Web Tools That Don't Suck! / by Clarissa Leon

Sometimes I find web apps that are so useful I want to share them with everyone I know. Unfortunately, I turn around in my "office" and no one is listening...because they're not there. So I'm listing some tools that I've found this week. Others I've known about and thought I'd add them in. If you like this post, please comment below! I might make this a weekly thing. Focus on just cool computer apps. Start a new blog. Who knows? Apologies in advance for sounding like an infomercial. 

1.

Hoot Suite--There are several Twitter/Facebook decks/dashboards--whatever you call 'em--but I think this one works particularly well if you're managing several accounts. I won't go into too much detail because it's fairly popular. The biggest selling point? You can schedule tweets and Facebook posts. No more posting too long automated tweets that look silly and robot-like (and that no one will read, anyway). No more ill-timed Facebook/Twitter posts (post at the time your audience reads the most, say noon, not midnight). With Hoot Suite you can write it, schedule it in one place, and be done! Yay! Thanks to the friend (Piet) who showed this to me.

2. 

Submishmash-- Oh my goodness. This rocks. So you want to start a magazine? Or a literary arts journal? Maybe you need submissions? But you don't want to get bogged down in e-mail. Why not create a cloud-based account with Submishmash to manage all your submissions. You can then accept and deny the submissions on your end of the program. With Submishmash you can filters submissions based on type--meaning you can filter all of your text, audio, image, and video file submissions when you want to narrow them down. People who submit must create an account with Submishmash and the rest is fairly easy. As they say, "No IT guy required." And for those that are of the art-mindedness, Submishmash is free! That's right, free! 

3.

Apture-- "If you are a blog or website with less than five million page views per month, then Apture is free!" Phew, just made the cutoff. So what is Apture? Well, this is something mostly for newspapers and news-oriented sites. But then I can see many uses for it with magazines and blogs as well. Here is the company's gobbledygook: "Apture is a service that allows bloggers and publishers to layer in nearly all media from across the web into their sites with one click. By transforming flat web pages into connected multimedia experiences readers can..." blah blah blah. Here. Say you have a story online. A reader spots a word they don't know--maybe it's a person, a place or a definition. They can highlight the word, click search and Apture will retrieve related Wiki articles, videos and images, without ever leaving the page. A bar can also pop up at the top of the screen so readers can share to Twitter and Facebook and even send articles through email.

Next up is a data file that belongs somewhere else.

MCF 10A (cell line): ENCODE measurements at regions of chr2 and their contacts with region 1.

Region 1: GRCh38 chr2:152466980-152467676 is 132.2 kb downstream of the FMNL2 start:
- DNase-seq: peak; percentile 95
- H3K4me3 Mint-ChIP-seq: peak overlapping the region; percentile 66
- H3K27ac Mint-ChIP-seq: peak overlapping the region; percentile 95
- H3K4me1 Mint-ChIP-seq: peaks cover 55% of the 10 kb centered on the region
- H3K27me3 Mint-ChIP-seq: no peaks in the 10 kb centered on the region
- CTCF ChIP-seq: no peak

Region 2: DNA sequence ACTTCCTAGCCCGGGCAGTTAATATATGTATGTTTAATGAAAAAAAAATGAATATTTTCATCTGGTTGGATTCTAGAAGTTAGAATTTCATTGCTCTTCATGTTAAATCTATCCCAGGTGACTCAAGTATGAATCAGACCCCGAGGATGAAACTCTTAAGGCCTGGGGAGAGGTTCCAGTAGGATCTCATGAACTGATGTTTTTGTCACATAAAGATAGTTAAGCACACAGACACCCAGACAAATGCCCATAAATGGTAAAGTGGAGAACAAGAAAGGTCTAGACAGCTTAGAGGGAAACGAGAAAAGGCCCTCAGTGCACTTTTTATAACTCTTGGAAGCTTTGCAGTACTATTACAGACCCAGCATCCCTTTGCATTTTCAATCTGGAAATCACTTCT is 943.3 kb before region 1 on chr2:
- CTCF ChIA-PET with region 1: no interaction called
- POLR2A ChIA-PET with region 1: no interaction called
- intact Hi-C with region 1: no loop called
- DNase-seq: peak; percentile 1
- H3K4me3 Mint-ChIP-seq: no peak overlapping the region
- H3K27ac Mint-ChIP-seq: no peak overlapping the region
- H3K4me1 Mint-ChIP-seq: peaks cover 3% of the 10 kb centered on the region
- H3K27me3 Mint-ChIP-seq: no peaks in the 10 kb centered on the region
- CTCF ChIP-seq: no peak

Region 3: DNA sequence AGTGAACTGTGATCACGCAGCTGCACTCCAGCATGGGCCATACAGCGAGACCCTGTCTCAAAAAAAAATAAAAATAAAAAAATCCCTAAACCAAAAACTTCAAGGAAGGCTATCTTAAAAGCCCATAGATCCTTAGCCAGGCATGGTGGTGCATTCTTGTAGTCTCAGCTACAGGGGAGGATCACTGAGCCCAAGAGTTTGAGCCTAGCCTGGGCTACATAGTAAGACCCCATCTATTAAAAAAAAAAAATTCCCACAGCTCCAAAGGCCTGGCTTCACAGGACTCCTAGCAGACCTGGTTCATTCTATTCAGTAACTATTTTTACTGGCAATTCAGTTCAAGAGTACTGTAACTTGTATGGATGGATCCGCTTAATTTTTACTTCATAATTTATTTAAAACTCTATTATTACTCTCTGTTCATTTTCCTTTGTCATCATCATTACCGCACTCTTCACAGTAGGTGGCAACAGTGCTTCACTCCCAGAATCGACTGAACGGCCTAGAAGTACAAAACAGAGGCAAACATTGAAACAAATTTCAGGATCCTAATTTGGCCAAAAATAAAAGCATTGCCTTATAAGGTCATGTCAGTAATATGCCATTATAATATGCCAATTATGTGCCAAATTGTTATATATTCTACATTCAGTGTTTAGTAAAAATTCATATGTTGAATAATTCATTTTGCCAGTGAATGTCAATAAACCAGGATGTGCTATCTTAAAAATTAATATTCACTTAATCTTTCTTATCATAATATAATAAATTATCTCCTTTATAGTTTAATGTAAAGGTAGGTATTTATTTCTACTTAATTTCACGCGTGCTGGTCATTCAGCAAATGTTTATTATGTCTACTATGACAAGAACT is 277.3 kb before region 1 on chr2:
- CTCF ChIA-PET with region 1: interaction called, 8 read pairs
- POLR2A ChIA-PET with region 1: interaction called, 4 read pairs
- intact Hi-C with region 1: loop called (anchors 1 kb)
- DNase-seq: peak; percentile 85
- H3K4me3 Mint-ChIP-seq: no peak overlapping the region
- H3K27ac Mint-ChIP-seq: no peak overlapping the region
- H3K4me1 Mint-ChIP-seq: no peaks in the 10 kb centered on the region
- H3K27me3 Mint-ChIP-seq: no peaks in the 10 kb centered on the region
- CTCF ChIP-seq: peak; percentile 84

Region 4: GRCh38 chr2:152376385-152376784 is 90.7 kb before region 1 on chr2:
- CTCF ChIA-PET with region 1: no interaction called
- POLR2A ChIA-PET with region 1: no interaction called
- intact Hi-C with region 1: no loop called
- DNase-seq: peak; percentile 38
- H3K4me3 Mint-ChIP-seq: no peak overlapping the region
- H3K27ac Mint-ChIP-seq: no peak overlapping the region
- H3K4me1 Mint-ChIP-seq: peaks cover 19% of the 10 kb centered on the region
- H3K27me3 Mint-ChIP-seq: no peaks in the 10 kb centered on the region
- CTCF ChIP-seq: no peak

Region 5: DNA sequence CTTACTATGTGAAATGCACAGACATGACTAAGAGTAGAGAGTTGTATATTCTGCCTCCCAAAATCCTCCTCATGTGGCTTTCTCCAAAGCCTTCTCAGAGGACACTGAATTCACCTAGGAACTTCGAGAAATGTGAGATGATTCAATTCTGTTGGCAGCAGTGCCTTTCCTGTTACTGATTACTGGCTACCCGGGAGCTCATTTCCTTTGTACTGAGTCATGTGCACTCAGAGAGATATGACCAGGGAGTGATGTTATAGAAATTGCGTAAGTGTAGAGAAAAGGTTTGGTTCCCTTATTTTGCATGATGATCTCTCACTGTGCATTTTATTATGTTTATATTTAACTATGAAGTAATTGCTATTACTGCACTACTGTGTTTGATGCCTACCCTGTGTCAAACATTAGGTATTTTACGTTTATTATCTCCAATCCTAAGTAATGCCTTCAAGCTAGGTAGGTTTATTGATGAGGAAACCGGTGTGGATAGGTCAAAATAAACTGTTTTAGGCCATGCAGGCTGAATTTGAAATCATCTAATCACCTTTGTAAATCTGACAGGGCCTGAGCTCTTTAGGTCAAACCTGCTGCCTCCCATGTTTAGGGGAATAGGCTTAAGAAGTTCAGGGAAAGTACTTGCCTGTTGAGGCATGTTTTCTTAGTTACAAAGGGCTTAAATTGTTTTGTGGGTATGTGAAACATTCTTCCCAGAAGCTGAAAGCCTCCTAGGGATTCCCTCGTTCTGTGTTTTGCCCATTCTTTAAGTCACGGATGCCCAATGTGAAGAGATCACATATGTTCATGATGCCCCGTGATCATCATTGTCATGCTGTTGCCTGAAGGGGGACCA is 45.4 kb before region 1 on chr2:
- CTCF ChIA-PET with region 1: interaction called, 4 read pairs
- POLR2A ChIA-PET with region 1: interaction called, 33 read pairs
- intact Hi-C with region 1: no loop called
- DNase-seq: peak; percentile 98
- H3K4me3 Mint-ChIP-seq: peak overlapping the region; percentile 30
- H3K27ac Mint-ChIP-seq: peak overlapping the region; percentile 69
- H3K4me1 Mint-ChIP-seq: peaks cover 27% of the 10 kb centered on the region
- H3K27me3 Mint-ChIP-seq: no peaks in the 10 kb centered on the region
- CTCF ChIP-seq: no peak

4.

Read It Later-- You think long-form journalism is dead? Think again! Many of my journalist friends probably have read this article from Poynter and know all about this. Reading a long piece of journalism kind of sucks when you're online. Admit it. But what's frustrating is not finishing the article as you would normally do with a magazine. The solution? Save it. This little ditty goes right in your bookmarks bar. Click it when you want to save an article. Log back in and pick up where you left off. For a $5 account, you can also get a "Digest" that organizes your articles. Also, kudos to Longform.org for some nice selections. Instapaper looks great too. Another tool? Readability (Thanks Chelsea). Read all those long-form articles without any distraction. I love this thing. Goes in your bookmarks bar as well. For your reading/saving pleasure--read this article from the Nieman Journalism Lab. 

5.  

Tumblr--I feel so out of the loop for not being savvy to this. News organizations have their own Tumblrs. Many of them. The New Yorker, The Atlantic, The American Prospect, The NationLife, etc. etc. Yes. So, everyone else, get savvy. Now, I know this isn't really a tool. But, it's a tool as far as the web goes and as far as journalism goes. Here's another riveting article form the Nieman Journalism Lab. 

6.

Outbrain--I recently found this app and it's so simple. If you have content and have been struggling with those "You might also like" widgets--Outbrain does the work for you. Honestly, if you have to manually enter in articles someone might like, there is no point, right? How many articles can you remember? Another benefit to Outbrain is it shows the related posts with attractive thumbnails. Plus, there are added stats for you to track links. This, as they say, is a no-brainer.  

All right! So, that's it for this time. Maybe I'll keep this up. Tell me what you think. Has this helped anyone? Let me know, please!